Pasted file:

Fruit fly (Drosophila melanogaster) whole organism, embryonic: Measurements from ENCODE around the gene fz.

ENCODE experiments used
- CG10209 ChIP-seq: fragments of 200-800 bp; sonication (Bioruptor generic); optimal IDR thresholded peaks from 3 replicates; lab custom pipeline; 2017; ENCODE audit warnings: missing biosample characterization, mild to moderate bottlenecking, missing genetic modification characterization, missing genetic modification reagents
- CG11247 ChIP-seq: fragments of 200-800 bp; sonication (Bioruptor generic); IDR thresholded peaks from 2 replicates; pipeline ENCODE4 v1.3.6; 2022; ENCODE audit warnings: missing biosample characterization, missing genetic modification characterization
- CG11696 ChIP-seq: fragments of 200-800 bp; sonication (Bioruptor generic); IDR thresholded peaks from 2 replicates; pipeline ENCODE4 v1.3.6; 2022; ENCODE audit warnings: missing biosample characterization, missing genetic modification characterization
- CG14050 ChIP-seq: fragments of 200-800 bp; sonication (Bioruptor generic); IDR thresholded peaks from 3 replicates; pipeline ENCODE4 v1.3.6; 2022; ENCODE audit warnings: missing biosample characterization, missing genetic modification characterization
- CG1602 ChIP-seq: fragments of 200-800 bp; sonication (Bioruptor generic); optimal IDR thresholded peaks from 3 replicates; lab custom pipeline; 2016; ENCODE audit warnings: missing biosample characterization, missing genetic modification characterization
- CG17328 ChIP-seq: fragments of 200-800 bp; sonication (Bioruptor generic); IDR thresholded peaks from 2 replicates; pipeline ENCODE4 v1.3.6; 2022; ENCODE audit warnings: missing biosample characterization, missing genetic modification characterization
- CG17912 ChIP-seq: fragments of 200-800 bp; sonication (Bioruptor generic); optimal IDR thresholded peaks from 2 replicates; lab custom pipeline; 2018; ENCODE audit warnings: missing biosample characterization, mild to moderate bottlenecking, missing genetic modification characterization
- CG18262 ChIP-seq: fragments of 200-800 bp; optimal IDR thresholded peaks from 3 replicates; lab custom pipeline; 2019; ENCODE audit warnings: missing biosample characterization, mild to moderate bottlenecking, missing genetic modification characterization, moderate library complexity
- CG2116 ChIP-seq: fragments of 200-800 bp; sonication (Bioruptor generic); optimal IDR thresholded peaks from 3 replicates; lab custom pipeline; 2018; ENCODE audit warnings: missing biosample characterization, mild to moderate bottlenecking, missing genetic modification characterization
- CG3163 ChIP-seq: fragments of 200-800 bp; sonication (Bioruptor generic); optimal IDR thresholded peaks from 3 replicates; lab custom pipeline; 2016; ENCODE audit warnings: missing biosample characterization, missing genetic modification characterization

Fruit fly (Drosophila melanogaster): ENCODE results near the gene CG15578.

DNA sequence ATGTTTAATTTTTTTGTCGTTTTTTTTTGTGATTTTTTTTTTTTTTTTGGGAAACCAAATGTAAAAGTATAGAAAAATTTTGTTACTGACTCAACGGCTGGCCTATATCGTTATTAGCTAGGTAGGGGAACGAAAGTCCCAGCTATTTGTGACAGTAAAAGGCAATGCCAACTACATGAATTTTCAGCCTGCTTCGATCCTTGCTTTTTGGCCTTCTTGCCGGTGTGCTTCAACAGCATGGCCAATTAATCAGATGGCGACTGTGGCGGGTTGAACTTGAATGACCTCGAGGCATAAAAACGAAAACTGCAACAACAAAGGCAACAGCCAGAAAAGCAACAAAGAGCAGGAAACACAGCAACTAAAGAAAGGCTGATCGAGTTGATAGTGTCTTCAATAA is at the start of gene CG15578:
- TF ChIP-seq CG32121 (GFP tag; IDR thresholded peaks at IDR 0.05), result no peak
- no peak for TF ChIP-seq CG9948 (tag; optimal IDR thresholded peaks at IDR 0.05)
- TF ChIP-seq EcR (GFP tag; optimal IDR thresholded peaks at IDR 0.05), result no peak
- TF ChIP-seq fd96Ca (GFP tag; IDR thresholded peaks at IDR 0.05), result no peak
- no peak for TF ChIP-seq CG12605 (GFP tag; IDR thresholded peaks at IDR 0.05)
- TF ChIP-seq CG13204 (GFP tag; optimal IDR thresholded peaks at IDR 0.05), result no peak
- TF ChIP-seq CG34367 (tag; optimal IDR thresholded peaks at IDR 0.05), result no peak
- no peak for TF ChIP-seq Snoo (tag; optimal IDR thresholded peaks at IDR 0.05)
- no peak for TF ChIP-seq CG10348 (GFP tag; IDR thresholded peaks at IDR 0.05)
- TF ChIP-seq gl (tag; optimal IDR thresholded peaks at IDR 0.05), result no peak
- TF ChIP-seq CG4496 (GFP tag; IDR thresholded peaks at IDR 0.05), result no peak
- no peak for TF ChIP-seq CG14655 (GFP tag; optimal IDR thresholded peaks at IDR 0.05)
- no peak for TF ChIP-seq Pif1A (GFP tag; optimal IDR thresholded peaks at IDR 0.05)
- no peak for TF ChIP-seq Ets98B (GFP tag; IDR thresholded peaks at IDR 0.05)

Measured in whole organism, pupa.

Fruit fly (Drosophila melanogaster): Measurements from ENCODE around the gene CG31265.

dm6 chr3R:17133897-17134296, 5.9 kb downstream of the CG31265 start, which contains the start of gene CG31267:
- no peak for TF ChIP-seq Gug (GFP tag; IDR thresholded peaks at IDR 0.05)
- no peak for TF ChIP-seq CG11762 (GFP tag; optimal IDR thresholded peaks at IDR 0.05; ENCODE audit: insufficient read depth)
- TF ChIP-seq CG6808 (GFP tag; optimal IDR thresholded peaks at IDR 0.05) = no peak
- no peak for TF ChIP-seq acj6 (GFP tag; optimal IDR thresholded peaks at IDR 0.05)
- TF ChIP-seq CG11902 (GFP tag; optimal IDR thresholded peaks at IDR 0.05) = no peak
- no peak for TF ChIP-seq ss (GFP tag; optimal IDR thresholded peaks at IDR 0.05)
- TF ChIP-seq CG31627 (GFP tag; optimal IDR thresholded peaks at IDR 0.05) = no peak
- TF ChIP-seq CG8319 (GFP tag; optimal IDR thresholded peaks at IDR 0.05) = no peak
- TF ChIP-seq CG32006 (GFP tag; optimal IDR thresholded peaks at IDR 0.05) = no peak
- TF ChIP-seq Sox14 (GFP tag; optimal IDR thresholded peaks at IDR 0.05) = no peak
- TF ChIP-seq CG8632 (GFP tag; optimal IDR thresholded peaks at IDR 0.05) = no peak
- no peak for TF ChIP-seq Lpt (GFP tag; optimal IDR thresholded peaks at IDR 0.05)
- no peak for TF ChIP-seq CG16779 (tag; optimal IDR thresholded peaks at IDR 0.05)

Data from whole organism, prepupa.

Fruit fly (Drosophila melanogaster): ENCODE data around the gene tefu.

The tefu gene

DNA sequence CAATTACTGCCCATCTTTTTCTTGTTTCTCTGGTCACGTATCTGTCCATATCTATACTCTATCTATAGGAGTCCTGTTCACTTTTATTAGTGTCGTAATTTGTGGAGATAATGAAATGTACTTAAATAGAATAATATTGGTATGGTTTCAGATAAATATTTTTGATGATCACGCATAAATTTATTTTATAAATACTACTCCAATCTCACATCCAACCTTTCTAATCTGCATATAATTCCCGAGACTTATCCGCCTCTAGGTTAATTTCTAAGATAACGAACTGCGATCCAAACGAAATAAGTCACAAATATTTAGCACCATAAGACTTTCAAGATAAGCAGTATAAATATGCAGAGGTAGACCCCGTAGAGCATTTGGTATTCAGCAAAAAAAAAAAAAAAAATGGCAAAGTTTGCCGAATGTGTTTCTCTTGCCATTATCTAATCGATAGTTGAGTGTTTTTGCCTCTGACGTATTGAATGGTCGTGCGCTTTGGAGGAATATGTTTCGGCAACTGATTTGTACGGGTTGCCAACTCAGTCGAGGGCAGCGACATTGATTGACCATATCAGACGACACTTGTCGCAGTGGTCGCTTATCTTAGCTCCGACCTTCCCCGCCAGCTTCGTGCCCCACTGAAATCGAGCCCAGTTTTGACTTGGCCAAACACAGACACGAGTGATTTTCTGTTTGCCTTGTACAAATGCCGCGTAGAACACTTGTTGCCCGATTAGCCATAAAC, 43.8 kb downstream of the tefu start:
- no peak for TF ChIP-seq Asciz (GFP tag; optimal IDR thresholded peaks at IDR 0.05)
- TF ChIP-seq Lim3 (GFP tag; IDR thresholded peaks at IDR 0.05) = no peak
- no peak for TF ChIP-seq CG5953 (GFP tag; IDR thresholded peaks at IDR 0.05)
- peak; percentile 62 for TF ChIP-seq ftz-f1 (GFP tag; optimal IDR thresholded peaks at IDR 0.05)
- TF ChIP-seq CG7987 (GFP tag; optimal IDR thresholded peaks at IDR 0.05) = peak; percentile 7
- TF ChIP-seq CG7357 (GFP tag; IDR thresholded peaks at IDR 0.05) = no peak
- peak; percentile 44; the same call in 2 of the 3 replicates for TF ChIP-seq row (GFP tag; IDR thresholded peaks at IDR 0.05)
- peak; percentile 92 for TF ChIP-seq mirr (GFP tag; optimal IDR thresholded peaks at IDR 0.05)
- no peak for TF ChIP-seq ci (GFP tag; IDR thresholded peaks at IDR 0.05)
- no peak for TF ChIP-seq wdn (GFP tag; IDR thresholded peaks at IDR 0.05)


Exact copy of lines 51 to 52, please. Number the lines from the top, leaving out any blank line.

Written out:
- no peak for TF ChIP-seq CG5953 (GFP tag; IDR thresholded peaks at IDR 0.05)
- peak; percentile 62 for TF ChIP-seq ftz-f1 (GFP tag; optimal IDR thresholded peaks at IDR 0.05)